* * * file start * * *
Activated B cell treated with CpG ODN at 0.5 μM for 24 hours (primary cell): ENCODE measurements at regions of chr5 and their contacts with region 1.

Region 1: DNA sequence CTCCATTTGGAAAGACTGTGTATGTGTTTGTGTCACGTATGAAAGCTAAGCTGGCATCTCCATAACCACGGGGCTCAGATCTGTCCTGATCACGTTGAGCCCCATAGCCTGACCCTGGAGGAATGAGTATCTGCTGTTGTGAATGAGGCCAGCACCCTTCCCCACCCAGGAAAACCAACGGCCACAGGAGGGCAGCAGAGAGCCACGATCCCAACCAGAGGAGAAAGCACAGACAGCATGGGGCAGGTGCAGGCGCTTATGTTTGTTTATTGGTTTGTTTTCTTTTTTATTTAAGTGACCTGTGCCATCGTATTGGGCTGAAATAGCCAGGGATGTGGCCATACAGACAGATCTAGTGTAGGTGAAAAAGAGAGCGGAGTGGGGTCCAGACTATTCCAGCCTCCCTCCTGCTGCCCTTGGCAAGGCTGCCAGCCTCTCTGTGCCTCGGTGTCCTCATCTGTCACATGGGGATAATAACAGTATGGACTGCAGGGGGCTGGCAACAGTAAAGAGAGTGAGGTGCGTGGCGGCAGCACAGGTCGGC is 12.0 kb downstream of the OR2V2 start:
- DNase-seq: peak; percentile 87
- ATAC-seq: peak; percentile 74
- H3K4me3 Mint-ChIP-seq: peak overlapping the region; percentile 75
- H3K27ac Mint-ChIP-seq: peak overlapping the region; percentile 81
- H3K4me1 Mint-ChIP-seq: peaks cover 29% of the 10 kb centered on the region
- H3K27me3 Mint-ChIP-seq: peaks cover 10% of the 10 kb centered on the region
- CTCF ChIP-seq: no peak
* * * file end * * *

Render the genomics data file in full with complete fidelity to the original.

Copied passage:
Activated B cell treated with CpG ODN at 0.5 μM for 24 hours (primary cell): ENCODE measurements at regions of chr5 and their contacts with region 1.

Region 1: DNA sequence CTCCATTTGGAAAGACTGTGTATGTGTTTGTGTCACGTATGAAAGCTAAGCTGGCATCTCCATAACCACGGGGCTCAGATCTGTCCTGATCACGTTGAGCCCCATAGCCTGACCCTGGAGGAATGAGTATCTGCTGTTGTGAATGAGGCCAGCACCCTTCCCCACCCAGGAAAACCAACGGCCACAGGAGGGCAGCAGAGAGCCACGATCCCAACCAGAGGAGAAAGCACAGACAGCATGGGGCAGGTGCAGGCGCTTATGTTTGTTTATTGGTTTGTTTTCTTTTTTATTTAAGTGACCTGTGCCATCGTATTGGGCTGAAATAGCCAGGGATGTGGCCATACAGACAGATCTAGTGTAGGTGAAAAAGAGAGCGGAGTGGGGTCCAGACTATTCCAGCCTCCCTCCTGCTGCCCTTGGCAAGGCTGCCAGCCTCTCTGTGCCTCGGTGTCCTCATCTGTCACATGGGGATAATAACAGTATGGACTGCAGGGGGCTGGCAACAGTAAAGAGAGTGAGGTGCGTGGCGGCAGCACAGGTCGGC is 12.0 kb downstream of the OR2V2 start:
- DNase-seq: peak; percentile 87
- ATAC-seq: peak; percentile 74
- H3K4me3 Mint-ChIP-seq: peak overlapping the region; percentile 75
- H3K27ac Mint-ChIP-seq: peak overlapping the region; percentile 81
- H3K4me1 Mint-ChIP-seq: peaks cover 29% of the 10 kb centered on the region
- H3K27me3 Mint-ChIP-seq: peaks cover 10% of the 10 kb centered on the region
- CTCF ChIP-seq: no peak